February 7, 2020
In recent days, public questions have arisen about the Neoclassical style of architecture. The Neoclassical style reflects a particular tradition, in which 18th and 19th century architects, principally in Europe and the United States, celebrated the influence of the Classical Mediterranean tradition. In antiquity, however, Greco-Roman architecture was not a singular or static canon, but a series of fluid and dynamic traditions that often engaged in dialogue with those of surrounding cultures. Contemporary celebration of this responsive, adaptive, and multivalent tradition merits continued engagement with the diverse architectural contexts and multiplicity of cultures in this country and around the world. Exquisite new designs like the National Museum of African American History and Culture celebrate the living dialogue between architecture and community. In the end, perhaps we should focus less on style, but consider how the building responds to the needs of its local context and communities—past, present, and future.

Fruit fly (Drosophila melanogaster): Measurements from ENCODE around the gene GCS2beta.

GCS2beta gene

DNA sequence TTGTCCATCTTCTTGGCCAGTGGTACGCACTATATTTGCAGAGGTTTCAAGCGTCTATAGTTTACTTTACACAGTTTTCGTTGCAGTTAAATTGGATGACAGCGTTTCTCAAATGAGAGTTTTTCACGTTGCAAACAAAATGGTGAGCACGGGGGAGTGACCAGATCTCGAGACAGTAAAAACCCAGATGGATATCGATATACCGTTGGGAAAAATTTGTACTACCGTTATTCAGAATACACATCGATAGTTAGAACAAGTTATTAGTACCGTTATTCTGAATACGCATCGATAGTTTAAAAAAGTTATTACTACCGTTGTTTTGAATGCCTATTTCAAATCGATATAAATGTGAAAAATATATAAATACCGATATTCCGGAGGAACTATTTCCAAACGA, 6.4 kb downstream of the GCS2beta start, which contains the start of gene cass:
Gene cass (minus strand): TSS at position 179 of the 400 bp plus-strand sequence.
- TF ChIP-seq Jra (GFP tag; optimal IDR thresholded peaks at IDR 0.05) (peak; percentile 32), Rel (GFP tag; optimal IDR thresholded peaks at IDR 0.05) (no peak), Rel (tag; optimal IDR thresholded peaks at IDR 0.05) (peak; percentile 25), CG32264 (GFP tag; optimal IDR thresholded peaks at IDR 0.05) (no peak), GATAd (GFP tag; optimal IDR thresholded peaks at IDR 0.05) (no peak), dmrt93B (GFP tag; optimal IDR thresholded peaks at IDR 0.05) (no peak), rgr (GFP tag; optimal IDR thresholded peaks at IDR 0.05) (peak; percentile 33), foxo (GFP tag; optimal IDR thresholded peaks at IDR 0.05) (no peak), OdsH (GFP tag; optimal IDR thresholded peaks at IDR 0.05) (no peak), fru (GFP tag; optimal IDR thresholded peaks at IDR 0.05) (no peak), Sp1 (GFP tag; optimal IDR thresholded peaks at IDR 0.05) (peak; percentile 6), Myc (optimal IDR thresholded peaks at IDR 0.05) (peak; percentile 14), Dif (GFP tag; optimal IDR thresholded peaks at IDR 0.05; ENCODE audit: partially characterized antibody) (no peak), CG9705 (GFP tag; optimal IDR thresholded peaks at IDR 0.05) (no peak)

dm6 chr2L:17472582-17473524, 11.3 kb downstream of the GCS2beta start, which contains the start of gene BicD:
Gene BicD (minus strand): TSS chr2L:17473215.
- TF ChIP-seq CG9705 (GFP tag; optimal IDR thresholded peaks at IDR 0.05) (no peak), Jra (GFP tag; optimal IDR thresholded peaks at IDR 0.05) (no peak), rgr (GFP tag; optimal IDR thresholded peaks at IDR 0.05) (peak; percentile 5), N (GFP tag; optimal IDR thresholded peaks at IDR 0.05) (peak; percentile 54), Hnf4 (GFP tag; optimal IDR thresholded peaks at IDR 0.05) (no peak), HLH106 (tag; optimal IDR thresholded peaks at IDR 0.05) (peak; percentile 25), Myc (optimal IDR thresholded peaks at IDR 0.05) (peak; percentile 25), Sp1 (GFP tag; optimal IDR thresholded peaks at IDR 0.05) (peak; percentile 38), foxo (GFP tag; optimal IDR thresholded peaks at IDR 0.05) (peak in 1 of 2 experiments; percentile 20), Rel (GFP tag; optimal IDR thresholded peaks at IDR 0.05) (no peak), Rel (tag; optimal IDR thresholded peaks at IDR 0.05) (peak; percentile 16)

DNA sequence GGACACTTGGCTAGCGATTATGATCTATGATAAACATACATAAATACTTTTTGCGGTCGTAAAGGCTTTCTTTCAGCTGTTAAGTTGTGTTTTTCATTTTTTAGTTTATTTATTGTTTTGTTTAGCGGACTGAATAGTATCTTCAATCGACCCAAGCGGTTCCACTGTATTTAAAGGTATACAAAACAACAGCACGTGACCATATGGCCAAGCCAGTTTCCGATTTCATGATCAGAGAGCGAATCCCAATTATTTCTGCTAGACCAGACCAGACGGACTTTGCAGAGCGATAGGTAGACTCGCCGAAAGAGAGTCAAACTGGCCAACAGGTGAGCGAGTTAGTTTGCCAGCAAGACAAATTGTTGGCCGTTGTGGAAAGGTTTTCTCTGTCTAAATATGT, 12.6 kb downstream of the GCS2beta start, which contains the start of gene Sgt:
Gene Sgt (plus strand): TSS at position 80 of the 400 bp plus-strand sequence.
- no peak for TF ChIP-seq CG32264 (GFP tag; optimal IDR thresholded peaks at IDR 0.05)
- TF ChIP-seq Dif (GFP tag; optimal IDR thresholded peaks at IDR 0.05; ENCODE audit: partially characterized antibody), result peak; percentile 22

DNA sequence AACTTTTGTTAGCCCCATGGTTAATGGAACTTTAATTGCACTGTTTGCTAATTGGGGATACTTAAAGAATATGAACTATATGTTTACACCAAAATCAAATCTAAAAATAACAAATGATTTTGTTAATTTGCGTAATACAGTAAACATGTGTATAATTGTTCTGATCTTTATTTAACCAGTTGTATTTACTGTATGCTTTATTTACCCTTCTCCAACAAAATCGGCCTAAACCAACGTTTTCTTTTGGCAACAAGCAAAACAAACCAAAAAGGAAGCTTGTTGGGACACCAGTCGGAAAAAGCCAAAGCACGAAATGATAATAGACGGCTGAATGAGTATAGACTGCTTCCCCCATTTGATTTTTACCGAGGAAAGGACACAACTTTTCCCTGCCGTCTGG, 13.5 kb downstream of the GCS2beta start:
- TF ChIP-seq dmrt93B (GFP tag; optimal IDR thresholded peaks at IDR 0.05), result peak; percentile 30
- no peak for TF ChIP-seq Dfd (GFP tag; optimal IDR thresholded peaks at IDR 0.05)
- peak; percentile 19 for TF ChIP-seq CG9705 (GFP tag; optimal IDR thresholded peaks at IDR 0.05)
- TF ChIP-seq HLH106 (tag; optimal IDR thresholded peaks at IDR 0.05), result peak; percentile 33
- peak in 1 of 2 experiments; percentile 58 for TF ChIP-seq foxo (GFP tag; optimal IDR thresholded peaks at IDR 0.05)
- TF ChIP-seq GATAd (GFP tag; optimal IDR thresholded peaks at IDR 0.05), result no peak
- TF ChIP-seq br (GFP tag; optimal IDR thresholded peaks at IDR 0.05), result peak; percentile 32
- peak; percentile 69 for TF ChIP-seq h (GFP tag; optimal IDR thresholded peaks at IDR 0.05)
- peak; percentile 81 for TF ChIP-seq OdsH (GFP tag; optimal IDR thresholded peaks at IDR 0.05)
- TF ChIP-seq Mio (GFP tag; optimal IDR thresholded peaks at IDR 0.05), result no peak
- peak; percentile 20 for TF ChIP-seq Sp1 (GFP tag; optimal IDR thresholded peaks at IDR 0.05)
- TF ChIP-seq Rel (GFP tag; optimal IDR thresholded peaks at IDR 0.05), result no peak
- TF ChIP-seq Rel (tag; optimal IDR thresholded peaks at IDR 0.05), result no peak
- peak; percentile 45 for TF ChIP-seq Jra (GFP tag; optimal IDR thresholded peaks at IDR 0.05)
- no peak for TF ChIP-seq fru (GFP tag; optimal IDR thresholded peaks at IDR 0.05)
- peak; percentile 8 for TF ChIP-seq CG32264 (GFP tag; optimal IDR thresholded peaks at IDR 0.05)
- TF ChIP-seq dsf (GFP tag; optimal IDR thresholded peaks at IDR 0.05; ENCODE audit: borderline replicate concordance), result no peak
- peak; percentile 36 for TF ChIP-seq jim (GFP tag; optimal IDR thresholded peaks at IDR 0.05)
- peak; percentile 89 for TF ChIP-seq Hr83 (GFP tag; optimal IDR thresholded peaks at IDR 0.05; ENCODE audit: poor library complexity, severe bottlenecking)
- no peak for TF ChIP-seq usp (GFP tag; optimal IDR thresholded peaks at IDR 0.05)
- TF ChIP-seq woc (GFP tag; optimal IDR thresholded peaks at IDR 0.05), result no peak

Additional information on this topic can be found in a February 4, 2020, article by Cathleen McGuigan in the Architectural Record, “Will the White House Order New Federal Architecture To Be Classical?”